World AIDS Day: Scholars Keep Up Fight Against the Disease
December 8, 2008 - Not only is the disease and virus the focus or part of several courses, but faculty members and students regularly conduct field research in Washington and developing countries.
Jennifer Huang, associate professor of international health, and Frank Wong, research associate professor of international health, recently finished a three-year project in China.
“We look at behavioral risk factors among the migrant populations in China, specifically in the Shanghai region,” said Huang, whose department is within the School of Nursing and Health Studies.
The disease is spreading exponentially in some areas because of risky behaviors in an increasingly urban China.
“It has been a cultural taboo to mention HIV, but due to cultural changes, China is just starting to recognize its high-risk groups,” Huang said, adding that local Chinese governments have begun to realize they need increase outreach efforts.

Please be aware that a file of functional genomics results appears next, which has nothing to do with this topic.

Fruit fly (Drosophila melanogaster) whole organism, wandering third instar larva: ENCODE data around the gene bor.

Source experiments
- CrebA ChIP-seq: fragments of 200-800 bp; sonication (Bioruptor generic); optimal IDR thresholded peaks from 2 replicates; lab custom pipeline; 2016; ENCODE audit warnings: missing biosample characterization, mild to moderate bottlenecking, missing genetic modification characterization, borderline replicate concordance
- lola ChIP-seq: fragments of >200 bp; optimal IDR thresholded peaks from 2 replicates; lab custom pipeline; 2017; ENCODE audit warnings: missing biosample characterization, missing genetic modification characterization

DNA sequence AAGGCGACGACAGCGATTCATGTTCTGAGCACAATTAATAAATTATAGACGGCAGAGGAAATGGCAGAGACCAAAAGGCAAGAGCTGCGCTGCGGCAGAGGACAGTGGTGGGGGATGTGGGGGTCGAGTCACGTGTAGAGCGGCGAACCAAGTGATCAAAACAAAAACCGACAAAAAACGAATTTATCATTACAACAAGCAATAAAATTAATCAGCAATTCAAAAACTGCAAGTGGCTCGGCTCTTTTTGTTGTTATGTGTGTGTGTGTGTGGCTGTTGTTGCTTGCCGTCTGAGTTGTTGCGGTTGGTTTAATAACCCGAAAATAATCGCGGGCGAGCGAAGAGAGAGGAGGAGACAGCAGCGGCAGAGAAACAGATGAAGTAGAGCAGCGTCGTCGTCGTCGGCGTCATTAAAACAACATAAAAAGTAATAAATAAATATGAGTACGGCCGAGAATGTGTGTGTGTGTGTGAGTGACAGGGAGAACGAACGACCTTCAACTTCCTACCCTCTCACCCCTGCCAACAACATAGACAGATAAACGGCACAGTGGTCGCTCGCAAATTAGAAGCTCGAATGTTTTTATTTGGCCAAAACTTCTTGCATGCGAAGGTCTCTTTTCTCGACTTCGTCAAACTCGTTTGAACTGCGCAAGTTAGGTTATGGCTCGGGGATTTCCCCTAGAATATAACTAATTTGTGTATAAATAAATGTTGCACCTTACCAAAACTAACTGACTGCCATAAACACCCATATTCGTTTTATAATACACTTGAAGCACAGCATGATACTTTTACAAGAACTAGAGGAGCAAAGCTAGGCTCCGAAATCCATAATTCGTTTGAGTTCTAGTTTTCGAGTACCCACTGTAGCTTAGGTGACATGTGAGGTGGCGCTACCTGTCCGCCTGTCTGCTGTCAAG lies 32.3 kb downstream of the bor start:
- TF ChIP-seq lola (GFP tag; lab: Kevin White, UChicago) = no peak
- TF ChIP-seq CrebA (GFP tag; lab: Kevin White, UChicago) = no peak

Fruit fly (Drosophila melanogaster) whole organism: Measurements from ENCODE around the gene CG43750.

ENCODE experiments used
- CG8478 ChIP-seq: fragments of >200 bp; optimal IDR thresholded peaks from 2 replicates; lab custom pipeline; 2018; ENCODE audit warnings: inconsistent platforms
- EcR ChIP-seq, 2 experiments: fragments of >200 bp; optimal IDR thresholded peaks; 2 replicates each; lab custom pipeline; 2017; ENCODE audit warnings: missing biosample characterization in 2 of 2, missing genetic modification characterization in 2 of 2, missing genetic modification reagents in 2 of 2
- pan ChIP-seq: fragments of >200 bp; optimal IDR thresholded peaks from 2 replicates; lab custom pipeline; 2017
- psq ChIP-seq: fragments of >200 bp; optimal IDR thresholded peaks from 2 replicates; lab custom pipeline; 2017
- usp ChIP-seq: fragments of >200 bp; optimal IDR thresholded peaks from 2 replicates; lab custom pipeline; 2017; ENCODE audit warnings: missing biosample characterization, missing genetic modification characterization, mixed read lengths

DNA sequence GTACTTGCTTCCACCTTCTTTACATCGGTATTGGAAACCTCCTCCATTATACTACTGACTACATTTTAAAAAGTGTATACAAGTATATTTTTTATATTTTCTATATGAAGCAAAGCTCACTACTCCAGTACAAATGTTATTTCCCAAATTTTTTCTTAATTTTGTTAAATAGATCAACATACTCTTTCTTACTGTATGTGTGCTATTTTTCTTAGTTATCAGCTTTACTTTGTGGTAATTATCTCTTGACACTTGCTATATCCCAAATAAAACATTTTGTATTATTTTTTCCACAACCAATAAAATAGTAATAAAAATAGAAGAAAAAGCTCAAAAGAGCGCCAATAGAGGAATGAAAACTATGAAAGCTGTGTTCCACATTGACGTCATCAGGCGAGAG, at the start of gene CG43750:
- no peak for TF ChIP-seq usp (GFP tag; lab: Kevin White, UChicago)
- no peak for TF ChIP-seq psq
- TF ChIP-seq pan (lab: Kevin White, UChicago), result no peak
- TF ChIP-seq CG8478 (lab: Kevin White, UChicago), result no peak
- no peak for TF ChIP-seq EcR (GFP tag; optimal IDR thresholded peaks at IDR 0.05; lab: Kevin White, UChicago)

The Clinical Side
Maryanne Lachat, associate professor of nursing, teaches a course called HIV/AIDS: Impact of an Epidemic.
“I help provide the clinical side of the disease,” she said. “We spend some time on the history of it because that’s something a lot of students aren’t aware of. We also spend time on virology, so the students can understand just how complex of a disease this is.”
While Lachat talks about HIV/AIDS globally, she also points out the toll of the disease and virus in Washington. With one in 20 adults infected with HIV, she says the city has the highest urban HIV rate in the United States.
“Georgetown is more mobilized to confront this disease than in the past, and that’s a good thing,” Lachat said. “We have to be aggressive and countries of the world must pull together to solve this.”